MOBILE, Ala. — Moments after the horn sounded at the end of the 2019 Senior Bowl, Dalton Risner was teaching a lesson in how to pass block.

“You don’t want to be wide-kicking, getting your feet more spread apart because the further apart your feet are, the less of a base you have,” the Kansas State offensive lineman said following Saturday’s game at Ladd-Peebles Stadium. “If a guy hits you and you’ve got a wide base, you’re more likely to go backwards. If a guy has a power, you’ve got to get your hands on him.

“A quicker guy, you have time to kick back and give some space. Those quick guys want some space. Give them their space and get to their spot before they can get there. Short-set a guy and get your hands on him and be prepared to anchor in there. You’ve got to be able to sink your hips and bend your knees.

“I’ll let a guy run circles all day,” Risner added. “If a guy wants to use speed, quarterbacks are smart enough to step up. I’m gonna let him run circles because they’re never going to get to my quarterback.”

Sometimes pass rushers do figure things out, and Wyoming’s Carl Granderson spun inside to get the only quarterback pressure Risner allowed Saturday. Risner’s postgame lesson was an example of a football IQ that impressed scouts and coaches.

“The Kansas State kid had a big-time week,” NFL Network analyst Daniel Jeremiah said. “I didn’t see Kansas State get beat the whole week. He was Steady Eddie.”

Risner also impressed Oakland Raiders coach Jon Gruden, who led the North team to a 34-24 victory over the South squad, coached by San Francisco 49ers coach Kyle Shanahan.

“He’s one of those guys who would stay out there and practice football all day,” Gruden said of Risner. “He is a legitimate tough guy who is smart and more athletic than I thought. He’s a guy every team would want on their squad.”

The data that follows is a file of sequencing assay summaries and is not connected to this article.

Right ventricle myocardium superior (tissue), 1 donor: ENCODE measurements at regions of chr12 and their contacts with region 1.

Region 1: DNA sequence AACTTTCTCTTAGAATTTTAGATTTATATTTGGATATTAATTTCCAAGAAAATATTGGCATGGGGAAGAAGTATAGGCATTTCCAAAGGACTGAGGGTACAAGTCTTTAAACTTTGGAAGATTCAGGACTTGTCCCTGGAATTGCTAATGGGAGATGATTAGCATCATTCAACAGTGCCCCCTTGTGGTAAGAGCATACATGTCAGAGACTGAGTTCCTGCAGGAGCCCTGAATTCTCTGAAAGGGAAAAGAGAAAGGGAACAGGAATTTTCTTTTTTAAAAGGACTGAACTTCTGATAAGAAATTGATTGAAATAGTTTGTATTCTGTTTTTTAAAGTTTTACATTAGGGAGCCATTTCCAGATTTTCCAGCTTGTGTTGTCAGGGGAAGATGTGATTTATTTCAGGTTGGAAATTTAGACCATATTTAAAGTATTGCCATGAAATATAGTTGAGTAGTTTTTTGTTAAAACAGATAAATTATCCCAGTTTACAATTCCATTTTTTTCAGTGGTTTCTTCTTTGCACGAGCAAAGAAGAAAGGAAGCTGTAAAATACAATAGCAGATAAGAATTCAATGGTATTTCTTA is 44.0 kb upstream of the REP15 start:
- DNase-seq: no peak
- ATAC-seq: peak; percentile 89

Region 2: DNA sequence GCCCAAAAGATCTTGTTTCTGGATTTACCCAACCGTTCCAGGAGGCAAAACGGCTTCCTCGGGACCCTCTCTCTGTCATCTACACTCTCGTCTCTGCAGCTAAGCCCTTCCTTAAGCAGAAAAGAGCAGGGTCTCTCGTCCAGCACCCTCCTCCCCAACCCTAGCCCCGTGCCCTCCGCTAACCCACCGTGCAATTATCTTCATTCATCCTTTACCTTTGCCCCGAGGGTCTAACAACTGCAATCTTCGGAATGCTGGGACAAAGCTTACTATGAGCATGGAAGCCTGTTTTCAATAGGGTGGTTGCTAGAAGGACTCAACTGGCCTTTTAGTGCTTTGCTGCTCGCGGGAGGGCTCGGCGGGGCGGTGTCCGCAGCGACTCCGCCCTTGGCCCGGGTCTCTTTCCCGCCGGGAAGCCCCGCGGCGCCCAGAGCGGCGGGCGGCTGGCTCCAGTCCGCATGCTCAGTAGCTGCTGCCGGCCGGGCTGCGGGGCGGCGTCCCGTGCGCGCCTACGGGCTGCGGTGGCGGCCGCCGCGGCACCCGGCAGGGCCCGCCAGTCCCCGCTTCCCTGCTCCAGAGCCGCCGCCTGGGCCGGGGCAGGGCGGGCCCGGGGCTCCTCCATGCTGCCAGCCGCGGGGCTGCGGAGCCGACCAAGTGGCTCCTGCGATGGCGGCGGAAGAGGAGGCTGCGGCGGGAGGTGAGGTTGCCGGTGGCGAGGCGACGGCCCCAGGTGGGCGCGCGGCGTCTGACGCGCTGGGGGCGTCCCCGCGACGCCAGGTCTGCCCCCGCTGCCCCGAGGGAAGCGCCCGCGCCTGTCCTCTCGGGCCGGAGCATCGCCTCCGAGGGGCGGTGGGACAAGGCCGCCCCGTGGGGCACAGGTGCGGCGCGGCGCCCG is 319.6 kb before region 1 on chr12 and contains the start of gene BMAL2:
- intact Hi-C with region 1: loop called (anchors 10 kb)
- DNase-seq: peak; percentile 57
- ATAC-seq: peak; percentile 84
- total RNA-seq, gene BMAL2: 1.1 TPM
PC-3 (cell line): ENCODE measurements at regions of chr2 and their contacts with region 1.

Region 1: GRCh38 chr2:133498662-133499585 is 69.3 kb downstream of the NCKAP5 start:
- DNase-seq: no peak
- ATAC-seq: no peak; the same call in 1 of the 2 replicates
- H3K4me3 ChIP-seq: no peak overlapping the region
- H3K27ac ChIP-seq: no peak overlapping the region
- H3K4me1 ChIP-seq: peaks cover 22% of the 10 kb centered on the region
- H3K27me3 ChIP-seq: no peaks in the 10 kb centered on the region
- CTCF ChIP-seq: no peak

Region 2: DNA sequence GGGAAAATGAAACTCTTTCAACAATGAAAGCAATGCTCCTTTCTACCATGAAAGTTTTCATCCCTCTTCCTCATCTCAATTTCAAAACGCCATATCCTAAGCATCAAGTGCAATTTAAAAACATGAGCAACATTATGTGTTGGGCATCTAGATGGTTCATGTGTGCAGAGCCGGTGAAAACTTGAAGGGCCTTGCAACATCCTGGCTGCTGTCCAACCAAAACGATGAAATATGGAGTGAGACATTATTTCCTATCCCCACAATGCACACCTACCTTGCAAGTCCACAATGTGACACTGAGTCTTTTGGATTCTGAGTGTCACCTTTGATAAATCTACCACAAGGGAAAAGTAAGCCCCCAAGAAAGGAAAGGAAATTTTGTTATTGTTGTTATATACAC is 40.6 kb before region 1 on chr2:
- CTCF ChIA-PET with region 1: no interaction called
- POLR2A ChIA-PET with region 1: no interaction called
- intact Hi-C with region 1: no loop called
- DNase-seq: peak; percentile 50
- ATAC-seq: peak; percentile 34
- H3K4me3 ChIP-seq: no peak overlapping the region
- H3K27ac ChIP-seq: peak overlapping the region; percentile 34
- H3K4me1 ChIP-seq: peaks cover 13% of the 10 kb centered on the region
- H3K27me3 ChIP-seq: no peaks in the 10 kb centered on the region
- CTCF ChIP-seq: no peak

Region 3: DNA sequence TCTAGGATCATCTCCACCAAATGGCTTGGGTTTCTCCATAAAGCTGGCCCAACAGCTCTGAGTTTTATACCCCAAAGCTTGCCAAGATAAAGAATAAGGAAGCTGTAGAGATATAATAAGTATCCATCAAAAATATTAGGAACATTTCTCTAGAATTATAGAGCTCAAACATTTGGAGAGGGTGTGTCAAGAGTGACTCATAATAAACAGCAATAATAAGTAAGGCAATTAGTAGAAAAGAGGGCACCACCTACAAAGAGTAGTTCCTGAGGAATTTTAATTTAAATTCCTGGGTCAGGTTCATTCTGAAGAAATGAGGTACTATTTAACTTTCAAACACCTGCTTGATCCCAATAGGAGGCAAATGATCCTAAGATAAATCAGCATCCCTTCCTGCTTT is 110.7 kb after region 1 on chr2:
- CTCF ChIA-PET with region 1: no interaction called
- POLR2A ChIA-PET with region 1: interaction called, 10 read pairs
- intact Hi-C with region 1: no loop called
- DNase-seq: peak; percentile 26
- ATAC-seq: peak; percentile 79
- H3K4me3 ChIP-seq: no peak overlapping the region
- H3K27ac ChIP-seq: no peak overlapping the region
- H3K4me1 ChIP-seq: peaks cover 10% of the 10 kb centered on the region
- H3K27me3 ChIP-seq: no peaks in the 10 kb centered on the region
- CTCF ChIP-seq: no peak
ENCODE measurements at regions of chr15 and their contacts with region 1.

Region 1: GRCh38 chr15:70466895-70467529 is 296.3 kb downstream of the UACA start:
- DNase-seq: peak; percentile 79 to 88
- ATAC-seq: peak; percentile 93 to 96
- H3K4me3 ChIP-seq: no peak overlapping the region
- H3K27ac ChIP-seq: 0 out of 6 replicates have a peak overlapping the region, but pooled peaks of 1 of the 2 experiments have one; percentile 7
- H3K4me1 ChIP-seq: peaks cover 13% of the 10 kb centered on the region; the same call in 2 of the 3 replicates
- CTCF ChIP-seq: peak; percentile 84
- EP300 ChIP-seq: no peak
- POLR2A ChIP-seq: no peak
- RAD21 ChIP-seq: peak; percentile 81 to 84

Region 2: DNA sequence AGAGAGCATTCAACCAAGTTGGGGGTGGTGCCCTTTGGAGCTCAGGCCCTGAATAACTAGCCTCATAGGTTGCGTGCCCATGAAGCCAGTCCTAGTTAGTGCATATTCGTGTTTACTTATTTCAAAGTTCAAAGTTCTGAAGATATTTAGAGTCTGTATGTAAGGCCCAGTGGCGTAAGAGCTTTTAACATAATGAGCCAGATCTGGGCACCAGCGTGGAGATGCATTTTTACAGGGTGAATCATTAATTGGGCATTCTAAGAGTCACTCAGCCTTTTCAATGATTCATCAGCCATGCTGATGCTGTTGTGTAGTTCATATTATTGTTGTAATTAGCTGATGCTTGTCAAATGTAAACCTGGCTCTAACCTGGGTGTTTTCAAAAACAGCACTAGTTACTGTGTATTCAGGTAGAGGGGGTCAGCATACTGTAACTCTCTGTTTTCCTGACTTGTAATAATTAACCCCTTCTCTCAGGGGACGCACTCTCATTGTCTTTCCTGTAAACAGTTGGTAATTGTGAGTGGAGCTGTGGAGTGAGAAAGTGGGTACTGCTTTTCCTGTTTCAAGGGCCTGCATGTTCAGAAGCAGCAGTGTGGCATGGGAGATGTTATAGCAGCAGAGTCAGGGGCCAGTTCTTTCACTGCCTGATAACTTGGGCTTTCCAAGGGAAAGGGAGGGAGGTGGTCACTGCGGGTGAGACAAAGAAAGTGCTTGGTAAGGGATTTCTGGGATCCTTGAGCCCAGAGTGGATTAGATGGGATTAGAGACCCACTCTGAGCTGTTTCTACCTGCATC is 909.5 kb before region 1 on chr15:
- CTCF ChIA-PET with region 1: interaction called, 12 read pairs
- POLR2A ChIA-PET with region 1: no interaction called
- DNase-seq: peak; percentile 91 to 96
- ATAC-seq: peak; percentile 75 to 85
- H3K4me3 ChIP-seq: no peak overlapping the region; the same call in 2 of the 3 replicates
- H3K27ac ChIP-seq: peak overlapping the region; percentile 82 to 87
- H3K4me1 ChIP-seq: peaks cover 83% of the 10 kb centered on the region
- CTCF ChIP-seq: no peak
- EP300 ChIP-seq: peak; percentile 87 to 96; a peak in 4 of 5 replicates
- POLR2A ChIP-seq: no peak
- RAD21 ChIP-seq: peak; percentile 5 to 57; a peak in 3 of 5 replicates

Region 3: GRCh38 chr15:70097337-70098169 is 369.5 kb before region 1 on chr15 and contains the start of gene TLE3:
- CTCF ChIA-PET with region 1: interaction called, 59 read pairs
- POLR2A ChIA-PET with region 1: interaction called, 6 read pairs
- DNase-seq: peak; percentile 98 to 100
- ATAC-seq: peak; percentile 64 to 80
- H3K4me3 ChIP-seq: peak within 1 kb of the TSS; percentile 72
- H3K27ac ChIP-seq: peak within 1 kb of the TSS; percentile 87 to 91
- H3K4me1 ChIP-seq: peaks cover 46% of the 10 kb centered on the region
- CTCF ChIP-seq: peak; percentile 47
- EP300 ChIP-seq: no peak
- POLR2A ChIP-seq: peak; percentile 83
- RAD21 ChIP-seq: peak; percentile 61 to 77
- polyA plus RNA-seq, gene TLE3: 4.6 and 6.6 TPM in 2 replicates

One of Risner’s North teammates was Washburn cornerback Corey Ballentine, who started Saturday’s game and finished with a team-high five tackles. He allowed a 15-yard completion from West Virginia’s Will Grier to South Carolina receiver Deebo Samuel on the first play from scrimmage as Samuel got the inside position on a deep slant.

“Early in the week, there were some questions about how his speed was going to hold up, but he caught up to the speed of the game as the week went on,” Jeremiah, who was an NFL scout for eight years, said of Ballentine. “You saw him take steps every day.”

Jeremiah wanted to see Ballentine “get challenged vertically” in Saturday’s contest. He was challenged early in the third quarter by West Virginia’s Greg Jennings and broke up the pass, but was called for pass interference.

“Nothing happened, but they threw the flag,” Ballentine said. “I’m not sure. I’m not too upset about it. You live to play another down.”

Aside from the questionable penalty, Ballentine thought he held his own.

“I was out here, I was comfortable. It felt like a regular day to me,” Ballentine said following the game attended by 31,437 people. “Just regular football. I was definitely excited to be in this atmosphere. I’ve never played in a stadium with this many people. I’ve enjoyed the experience.”

Gruden offered unsolicited praise of Ballentine, saying the Shawnee Heights product did a “heck of a job” all week.

“Ballentine came in here out of Washburn, played left corner, right corner, helped himself on special teams. He’s got to continue to grow and learn, but I’m sure he’ll do that,” Gruden said Saturday. “He’s got the want-to inside. I’m impressed with him.”

Ballentine admitted to being a “little beat-up” after the week in Mobile and will focus on healing while he trains in Pensacola, Fla., before heading to Indianapolis for the NFL Combine.

“I’m not too worried about it. I usually test well, so I think I’ll be straight,” Ballentine said. “I’m excited.”